4.  Beat the eggs and sugar until froth and add to the slightly cooled chocolate mixture. mix in the dry ingredients until you have a silky consistency.
  5. Pour the brownie mix into the baking tin, and place in the oven for around 25 minutes. skewer inserted an inch or 2 from the edge of the tin should comeot clean and the centre must be soft and goey/
  6. Allow to cool in the tray, then carefully transfer to a large chopping board and cut into chunky squares.



imageLately I have been letting my other pursuits take over my free time and my passion for baking?……hmmm, not really. I look back on the past month and I have baked atleast thrice (relatively lesser than I did in Mumbai) So the conclusion I come to is that I have been lazy and not putting it down on my blog. So this morning I woke with a firm resolve to shelve the patchwork runner I am working on, the most trying and absolutely pointless book that I am reading so that I can discuss it at a book club (that’s a discussion for another day!) and get to work on my blog. So the morning started with a few clicks of the the cakes (yes 2 cakes) I made last evening and you will notice that they both look similar but nonetheless different in taste and composition. I must mention out here that I have been baking for the last one month without a weighing scale. I eye balled a cheesecake and the 2 cakes yesterday were a combination of eyeballing and cup measurements, which I rarely do. Just when I shoved the tins into the oven, the doorbell rang and my new weighing scale was delivered. Hah!! Looks like someone up there is testing my patience and love for baking.

So why 2 tea cakes?? Its my husbands Birthday week. Every year I ask him with the same enthusiasm “Which cake do I bake for your birthday?”, with a hope in my heart and a prayer on my lips that he will ask for a gooey, yummy, dripping with chocolate something. Nooo, that’s not what he wants. He wants tea cakes. My monster teen looks at him with his “come-on-are-you-serious” look and pips in “who has sponge cake for his birthday?” we do every year in September (LOL). So I decided to bake 2 cakes, ofcourse tea time cakes with a chocolate element . The Vanilla Chocolate Marble cake and Banana Chocolate swirl cake with a streusel topping. Hopefully that would satisfy both the men.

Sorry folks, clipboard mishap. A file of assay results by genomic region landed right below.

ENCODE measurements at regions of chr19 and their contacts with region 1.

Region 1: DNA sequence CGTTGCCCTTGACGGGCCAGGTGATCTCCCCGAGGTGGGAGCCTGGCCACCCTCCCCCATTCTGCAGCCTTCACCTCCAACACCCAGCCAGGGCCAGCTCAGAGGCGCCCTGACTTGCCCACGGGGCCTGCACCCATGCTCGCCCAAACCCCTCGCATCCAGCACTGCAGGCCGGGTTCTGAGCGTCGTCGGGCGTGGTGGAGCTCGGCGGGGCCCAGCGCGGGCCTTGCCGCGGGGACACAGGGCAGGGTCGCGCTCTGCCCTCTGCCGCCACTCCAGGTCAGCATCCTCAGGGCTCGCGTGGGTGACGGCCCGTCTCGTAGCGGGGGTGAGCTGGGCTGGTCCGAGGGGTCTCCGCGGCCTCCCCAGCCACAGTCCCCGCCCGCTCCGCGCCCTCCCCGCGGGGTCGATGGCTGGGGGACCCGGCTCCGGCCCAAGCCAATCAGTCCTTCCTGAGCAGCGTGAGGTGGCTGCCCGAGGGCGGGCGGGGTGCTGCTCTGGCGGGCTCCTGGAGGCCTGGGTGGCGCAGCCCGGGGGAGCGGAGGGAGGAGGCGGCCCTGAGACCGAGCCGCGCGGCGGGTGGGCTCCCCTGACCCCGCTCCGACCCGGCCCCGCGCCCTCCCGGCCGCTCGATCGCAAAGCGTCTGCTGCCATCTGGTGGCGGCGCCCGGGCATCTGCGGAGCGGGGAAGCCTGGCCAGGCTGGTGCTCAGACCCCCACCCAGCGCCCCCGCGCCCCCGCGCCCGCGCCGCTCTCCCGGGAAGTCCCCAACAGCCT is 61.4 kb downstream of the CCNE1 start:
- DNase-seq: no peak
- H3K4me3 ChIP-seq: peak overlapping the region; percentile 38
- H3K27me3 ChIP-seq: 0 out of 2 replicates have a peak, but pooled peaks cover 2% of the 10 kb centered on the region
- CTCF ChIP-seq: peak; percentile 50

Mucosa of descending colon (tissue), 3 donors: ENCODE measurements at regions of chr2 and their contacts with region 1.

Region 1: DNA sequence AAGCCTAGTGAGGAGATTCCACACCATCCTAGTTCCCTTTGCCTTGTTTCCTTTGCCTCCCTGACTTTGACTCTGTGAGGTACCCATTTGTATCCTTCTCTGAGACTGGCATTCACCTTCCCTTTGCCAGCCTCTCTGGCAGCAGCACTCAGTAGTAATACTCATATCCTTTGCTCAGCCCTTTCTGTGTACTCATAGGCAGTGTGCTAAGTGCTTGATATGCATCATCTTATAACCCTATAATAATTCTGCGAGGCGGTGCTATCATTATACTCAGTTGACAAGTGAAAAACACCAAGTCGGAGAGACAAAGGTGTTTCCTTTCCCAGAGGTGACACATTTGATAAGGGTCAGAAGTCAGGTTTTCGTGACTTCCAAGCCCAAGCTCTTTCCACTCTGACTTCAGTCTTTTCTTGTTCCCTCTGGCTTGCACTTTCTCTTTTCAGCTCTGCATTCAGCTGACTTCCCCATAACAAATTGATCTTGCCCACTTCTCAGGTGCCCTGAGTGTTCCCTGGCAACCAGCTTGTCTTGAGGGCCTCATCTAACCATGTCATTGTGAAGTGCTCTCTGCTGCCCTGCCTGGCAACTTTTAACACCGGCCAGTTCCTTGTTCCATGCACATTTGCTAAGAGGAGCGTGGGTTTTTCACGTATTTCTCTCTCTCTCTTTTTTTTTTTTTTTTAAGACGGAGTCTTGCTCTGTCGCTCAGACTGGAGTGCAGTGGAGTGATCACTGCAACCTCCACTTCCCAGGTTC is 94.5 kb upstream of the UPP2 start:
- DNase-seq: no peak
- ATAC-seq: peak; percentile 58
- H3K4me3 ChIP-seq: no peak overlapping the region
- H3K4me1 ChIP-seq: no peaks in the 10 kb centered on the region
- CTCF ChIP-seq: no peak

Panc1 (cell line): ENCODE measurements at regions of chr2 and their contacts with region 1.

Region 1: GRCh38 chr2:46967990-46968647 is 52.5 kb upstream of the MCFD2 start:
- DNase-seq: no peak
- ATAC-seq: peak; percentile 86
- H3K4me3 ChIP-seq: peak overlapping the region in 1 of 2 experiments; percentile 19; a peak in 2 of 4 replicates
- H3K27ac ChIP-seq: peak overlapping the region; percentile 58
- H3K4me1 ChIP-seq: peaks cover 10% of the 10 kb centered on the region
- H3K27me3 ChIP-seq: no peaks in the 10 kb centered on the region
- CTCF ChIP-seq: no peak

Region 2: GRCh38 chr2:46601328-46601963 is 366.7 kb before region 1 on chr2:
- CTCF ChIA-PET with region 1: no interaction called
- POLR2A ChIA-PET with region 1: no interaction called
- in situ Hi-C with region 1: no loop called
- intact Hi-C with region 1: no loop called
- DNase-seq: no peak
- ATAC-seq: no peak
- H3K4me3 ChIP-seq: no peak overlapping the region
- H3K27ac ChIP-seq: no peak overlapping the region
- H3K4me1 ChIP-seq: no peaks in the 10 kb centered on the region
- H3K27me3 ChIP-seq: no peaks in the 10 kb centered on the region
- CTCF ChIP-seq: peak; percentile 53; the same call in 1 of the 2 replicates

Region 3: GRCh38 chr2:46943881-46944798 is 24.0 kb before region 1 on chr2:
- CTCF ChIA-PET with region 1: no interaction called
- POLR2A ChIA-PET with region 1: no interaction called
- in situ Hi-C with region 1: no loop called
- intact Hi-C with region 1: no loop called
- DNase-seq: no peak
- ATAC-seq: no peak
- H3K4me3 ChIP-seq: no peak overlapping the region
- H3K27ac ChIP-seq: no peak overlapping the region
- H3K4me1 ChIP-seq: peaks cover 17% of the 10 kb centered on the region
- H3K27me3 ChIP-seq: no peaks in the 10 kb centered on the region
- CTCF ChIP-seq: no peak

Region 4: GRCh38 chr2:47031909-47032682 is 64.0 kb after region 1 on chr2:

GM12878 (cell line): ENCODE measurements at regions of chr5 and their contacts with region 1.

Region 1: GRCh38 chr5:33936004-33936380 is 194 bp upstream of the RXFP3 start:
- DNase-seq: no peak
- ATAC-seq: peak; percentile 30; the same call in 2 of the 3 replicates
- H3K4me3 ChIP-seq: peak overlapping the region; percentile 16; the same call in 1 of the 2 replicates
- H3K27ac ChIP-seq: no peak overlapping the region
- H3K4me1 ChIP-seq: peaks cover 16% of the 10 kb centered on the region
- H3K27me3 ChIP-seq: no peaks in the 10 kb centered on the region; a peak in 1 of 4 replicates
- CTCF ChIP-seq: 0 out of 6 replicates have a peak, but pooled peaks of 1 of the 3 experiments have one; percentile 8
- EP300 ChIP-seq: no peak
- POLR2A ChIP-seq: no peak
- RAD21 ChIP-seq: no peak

The marble cake has been adapted from Rum scented Marble cake from Epicurious. I have made it plenty of times and I can’t deny that its been wonderful, so chocolatey that the white vanilla cake is lost. The marbling always turned out muddy with just a few grains of white, I might as well have made a chocolate cake. So this time I reduced the chocolate batter to half and did not put a knife through the cake to marble it. The chocolate forms a ripple through the cake. There are 2 distinct flavours in the cake – an orange scented white sponge and a very gooey, rich vein of oozy chocolate running through it.


Tonight I intend to turn it into a dessert with a dollop of fresh cream and drizzle of melted chocolate. Monster teen must know that his Mom isn’t so boring after all!



Base Batter

1 1/3 cup all-purpose Flour

¾ cup Sugar

1 teaspoon Baking powder

Pinch of salt

175 grams Butter, softened

3 large eggs

1 teaspoon Vanilla extract

3-4 tablespoons fresh orange juice

Chocolate batter

50 grams dark/ bittersweet chocolate, melted and cooled

1 tablespoon cream

¼ teaspoon coffee granules (instant is fine)

¼ teaspoon baking soda

  • Pre Heat the oven to 160o C. Grease and line an 8 inch baking tin.
  • In a large bowl mix together the dry ingredients-flour, sugar, baking powder and salt. Give it a stir. Add in the butter and mix on low speed until the mixture is a smooth heavy paste. About 1-2 minutes.
  • Whisk the eggs with a fork in a medium bowl, add in the orange juice and vanilla and mix well. Add the egg mixture to the batter in 3 parts, whisking well for a minute after each addition. Scrape the side of the bowl after you complete mixing.
  • For the Chocolate Batter- combine the cream, coffee and baking soda and add it to the melted chocolate, stir well to dissolve the baking soda. Add ¼ cup of the base batter to the chocolate mixture and stir well to combine.
  • Spoon the 1/3 rd base batter on the base of the prepared tin. With a teaspoon drop the chocolate batter in concentric circles on the base batter. Spoon on another layer of the base batter and continue spooning some chocolate batter over it. Once done, gently run a butter knife or a tooth-pick around the tin in S-shape. Do not over mix, r you will end up with a muddy looking cake. I refrained from running a knife and baked the cake as is.
  • Bake in a pre heat oven for 42 minutes (approx), or remove when the centre of the cake feels firm to touch.